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I have heard that the brinkmanship foreign policy of Eisenhower and Kennedy lead, in part, to the Cuban Missile Crisis. However, I am curious: did the Truman Doctrine also contribute, in part, to the Cuban Missile Crisis?

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    It was certainly a stepping stone. What would you consider to be sufficient to make it a 'contribution' to the Cuban Missile Crisis? – KillingTime May 17 at 16:32
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It is unfair, in my opinion, to qualify all resistance to Soviet expansion post WW2 as brinkmanship. Truman managed, quite well, the response to an unprovoked attack in Korea and was confronted with a powerful block of nations subjugated by the USSR with a fundamentally inimical drive to impose their ideology on the world. Led, until 1953, by which time Truman was gone, by Stalin, who was a homicidal paranoid.

The Truman Doctrine, coming soon after WW2, was basically saying "we will not sit idly by as the world did in 1933". It is a fairly measured stance, although the USSR was, on occasions, reminded that US nukes were on standby, should it not do as the US wanted. Yes, there were abuses in anti Communist hysteria, such as McCarthy, but that does not make resistance against a political system which spawned the Gulags and the 1932 Ukraine famine unjustified.

If brinkmanship there was, it was all Kennedy's. He got elected in 1960 by campaigning on a missile gap at the US's detriment. But he was also on the Senate Defence Committee so he knew perfectly well that, while there was a missile gap, it was all the other way, which is why he strongly suspected they would blink during the crisis. The US had stationed missiles in Italy and Turkey - long range nukes which were not so much a defence for the country hosting them as a threat to Russia itself.

Bay of Pigs. Involvement in Vietnam. Cuban Missile Crisis. These are all Kennedy's. The Truman Doctrine provided a reasoned and thoughtful framework to counteract the Soviet threat, but was just a formalization of US intents. Kennedy went all in on his own judgment, mostly with fairly negative results. Later on, to little benefit, US fighting capacity would be getting bled out in Vietnam while US forces in Western Europe were understrength, all without a single Russian being at risk.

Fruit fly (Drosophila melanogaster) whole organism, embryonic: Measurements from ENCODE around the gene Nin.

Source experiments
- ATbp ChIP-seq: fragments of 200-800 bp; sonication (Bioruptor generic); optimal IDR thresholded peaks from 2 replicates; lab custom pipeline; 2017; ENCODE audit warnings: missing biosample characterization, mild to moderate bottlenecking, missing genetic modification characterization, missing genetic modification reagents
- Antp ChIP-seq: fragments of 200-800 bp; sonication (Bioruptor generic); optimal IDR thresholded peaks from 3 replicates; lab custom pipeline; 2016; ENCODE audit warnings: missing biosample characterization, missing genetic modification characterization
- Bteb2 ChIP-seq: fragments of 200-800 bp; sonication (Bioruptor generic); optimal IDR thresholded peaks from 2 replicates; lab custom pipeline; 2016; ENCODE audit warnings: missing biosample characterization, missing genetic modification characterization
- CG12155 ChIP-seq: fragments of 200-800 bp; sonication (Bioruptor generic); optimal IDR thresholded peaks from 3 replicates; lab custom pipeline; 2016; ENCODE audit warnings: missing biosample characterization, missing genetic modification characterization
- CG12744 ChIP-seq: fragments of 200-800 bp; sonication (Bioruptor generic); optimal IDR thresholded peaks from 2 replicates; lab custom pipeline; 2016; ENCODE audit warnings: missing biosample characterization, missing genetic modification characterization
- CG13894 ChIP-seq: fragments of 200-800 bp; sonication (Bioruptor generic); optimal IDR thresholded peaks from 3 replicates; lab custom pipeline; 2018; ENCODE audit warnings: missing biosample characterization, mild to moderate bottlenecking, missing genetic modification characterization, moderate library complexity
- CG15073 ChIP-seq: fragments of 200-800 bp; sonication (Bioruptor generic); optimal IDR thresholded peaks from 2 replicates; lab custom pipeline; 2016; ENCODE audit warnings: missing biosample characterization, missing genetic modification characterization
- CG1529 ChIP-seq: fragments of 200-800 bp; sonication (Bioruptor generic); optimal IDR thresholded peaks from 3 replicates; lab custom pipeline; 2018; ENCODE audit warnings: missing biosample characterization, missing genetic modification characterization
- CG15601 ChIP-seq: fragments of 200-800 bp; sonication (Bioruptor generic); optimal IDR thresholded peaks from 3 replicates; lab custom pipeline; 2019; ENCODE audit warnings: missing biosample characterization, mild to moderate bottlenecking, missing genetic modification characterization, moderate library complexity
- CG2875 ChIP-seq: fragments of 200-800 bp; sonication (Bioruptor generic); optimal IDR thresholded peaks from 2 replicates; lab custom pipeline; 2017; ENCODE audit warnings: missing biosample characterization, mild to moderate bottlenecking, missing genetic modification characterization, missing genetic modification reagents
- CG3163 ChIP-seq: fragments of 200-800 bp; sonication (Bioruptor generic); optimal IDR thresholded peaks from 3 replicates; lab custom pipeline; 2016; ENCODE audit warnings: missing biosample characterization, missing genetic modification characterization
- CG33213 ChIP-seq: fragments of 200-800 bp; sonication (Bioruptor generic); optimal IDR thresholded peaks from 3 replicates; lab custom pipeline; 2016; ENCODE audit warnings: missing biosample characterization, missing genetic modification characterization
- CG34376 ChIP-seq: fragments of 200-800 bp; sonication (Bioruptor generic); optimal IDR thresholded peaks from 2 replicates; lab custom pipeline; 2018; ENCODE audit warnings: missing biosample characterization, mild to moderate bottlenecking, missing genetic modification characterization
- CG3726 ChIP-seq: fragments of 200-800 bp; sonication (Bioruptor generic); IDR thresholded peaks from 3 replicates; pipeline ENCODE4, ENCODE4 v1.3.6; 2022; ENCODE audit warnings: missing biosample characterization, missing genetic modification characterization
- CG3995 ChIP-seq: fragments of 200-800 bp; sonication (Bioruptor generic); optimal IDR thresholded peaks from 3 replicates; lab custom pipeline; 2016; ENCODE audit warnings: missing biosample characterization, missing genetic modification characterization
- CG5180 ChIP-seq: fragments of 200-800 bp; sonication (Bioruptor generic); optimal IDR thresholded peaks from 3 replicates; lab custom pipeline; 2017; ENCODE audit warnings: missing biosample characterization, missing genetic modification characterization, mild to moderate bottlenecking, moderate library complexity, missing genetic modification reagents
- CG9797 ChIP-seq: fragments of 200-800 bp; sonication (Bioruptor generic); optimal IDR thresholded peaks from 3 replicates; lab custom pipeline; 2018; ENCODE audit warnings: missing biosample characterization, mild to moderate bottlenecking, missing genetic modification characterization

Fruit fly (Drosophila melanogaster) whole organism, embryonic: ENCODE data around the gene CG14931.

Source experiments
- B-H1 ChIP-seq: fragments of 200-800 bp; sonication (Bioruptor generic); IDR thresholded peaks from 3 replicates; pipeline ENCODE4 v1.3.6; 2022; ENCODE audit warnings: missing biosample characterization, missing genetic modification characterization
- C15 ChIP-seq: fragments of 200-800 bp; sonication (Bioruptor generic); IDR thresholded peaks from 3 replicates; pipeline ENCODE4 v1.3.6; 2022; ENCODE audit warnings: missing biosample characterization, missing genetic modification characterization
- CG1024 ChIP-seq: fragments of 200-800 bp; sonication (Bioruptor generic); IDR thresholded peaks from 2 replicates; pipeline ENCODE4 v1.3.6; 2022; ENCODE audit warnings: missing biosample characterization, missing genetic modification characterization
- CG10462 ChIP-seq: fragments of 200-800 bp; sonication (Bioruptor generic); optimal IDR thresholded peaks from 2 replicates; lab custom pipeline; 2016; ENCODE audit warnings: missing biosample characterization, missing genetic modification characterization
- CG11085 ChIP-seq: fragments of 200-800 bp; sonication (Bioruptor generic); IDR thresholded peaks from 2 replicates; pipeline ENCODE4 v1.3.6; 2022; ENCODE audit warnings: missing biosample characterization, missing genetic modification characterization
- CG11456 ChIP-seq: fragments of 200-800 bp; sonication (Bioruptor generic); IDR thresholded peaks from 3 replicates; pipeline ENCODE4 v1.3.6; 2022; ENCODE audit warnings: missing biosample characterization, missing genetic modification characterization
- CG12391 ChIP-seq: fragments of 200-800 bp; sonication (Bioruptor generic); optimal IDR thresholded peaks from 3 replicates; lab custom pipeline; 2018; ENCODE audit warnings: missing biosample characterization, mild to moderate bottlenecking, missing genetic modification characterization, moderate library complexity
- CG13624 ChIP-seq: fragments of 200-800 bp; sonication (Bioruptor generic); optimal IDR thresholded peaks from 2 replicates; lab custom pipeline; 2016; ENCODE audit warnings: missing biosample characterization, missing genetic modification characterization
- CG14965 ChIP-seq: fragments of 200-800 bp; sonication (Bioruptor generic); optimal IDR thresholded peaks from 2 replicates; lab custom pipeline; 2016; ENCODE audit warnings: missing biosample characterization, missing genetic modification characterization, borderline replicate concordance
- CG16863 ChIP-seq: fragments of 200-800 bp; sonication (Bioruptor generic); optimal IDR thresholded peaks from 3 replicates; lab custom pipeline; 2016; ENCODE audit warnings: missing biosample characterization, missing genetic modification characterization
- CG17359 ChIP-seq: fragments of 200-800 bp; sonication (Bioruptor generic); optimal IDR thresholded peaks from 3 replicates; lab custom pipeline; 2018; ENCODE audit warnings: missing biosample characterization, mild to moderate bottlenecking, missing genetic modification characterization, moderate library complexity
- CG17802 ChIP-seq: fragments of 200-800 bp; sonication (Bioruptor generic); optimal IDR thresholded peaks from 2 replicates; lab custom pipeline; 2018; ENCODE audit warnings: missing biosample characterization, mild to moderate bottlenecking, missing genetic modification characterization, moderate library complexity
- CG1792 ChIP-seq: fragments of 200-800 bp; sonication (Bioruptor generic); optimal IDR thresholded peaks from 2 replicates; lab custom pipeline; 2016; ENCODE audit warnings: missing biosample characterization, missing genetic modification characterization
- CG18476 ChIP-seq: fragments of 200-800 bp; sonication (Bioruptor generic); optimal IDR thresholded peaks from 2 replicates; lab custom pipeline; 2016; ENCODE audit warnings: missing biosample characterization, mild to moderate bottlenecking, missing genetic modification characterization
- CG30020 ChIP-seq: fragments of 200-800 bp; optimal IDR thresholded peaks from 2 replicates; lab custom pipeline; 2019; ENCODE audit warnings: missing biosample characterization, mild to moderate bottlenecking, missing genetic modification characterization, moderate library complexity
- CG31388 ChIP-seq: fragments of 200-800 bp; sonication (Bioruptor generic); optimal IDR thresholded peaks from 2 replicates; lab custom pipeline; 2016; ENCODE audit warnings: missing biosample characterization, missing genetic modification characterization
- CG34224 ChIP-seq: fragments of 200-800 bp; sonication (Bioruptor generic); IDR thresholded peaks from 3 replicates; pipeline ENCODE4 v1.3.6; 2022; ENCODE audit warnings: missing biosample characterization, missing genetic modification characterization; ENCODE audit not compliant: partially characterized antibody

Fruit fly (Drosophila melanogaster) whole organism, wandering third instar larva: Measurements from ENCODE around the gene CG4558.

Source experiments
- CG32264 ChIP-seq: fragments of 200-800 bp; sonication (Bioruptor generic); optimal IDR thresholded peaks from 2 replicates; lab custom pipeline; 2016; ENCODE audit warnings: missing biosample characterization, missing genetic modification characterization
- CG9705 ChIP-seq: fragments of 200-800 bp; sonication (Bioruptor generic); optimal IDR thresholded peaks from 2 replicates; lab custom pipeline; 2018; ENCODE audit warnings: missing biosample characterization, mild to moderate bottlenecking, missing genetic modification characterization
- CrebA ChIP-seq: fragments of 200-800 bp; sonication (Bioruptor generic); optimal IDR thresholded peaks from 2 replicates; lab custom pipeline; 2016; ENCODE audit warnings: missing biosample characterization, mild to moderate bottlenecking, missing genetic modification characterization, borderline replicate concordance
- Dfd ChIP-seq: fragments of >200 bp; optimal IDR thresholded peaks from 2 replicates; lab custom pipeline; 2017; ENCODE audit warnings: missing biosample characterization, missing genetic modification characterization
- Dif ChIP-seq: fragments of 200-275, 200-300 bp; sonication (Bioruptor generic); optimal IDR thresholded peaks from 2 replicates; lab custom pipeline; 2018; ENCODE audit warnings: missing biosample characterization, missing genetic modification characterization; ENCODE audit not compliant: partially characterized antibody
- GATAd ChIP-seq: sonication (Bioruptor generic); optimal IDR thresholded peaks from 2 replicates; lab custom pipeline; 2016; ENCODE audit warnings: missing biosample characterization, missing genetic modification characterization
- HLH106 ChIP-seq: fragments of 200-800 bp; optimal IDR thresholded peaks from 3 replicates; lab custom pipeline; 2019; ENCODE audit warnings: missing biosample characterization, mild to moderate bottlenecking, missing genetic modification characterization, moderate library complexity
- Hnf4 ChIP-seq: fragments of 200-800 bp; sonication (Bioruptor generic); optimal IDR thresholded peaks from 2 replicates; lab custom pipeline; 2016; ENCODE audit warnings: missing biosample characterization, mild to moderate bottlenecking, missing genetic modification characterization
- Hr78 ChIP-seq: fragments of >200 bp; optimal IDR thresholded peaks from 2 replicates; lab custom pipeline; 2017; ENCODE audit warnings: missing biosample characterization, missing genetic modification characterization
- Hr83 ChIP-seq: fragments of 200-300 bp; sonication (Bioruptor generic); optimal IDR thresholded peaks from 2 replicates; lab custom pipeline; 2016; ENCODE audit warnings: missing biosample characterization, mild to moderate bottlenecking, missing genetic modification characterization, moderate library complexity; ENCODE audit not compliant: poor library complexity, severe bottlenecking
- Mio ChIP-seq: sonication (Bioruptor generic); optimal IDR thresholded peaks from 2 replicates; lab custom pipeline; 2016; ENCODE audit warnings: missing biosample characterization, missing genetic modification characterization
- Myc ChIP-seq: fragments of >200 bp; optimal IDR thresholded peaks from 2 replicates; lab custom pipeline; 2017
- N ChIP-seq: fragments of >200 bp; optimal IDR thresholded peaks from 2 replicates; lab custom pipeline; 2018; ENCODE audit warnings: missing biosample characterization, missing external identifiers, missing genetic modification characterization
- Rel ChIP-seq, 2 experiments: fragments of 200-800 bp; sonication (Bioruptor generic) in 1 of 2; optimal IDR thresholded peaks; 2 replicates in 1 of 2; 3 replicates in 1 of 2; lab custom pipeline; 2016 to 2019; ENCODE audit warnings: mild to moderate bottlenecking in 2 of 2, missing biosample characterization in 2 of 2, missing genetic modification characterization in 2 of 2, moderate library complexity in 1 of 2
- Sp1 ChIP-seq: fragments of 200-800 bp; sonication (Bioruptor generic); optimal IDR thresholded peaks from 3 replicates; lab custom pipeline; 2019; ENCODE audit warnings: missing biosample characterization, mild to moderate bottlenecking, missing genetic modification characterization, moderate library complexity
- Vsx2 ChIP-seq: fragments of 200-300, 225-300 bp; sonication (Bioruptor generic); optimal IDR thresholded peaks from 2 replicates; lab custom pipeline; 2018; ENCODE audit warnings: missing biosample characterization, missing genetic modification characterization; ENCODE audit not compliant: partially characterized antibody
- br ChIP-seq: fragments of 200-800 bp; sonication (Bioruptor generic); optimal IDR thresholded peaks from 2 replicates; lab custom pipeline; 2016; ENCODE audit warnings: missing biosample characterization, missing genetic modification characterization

Contrast Kennedy in a way with Reagan, who also got elected on a tough-on-Communism approach. But was smart enough to grasp the opportunity Gorbachev's reform was offering and avoid direct US military adventures (although it must be said, the stain of the Central American CIA-supported death squads is largely on his watch).

No, Kennedy's reckless adventures are his own and the Truman Doctrine is not to be blamed for it. The intent was good, to resist Communism. The ways he went about it were unnecessarily risky and I am always surprised by how popular he remains. More to do with his looks and his assassination than his achievements, in my opinion. Even his handling of the Civil Rights movement is nothing to brag about.

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To start, I think it's safe to say that regardless of doctrine, the USA was not going to tolerate nuclear weapons on its doorstep.

While it's clear that the USA was staunchly anti-communist, the Truman Doctrine also had a focus on providing aid to countries fighting the threat of Communism. By this point Cuba was already Communist, and the Bay of Pigs Invasion was an attempted overthrow of the Communist government.

Indirectly, with this doctrine of providing aid to other countries, American nukes were placed in Turkey and Italy (NATO members), which scared and angered the Russians, and prompted the installation of nukes in Cuba.

In summary, as with many events during the Cold War, the causes are not always singular and categorical, and there may be multiple reasons and their interactions for what eventually transpires.

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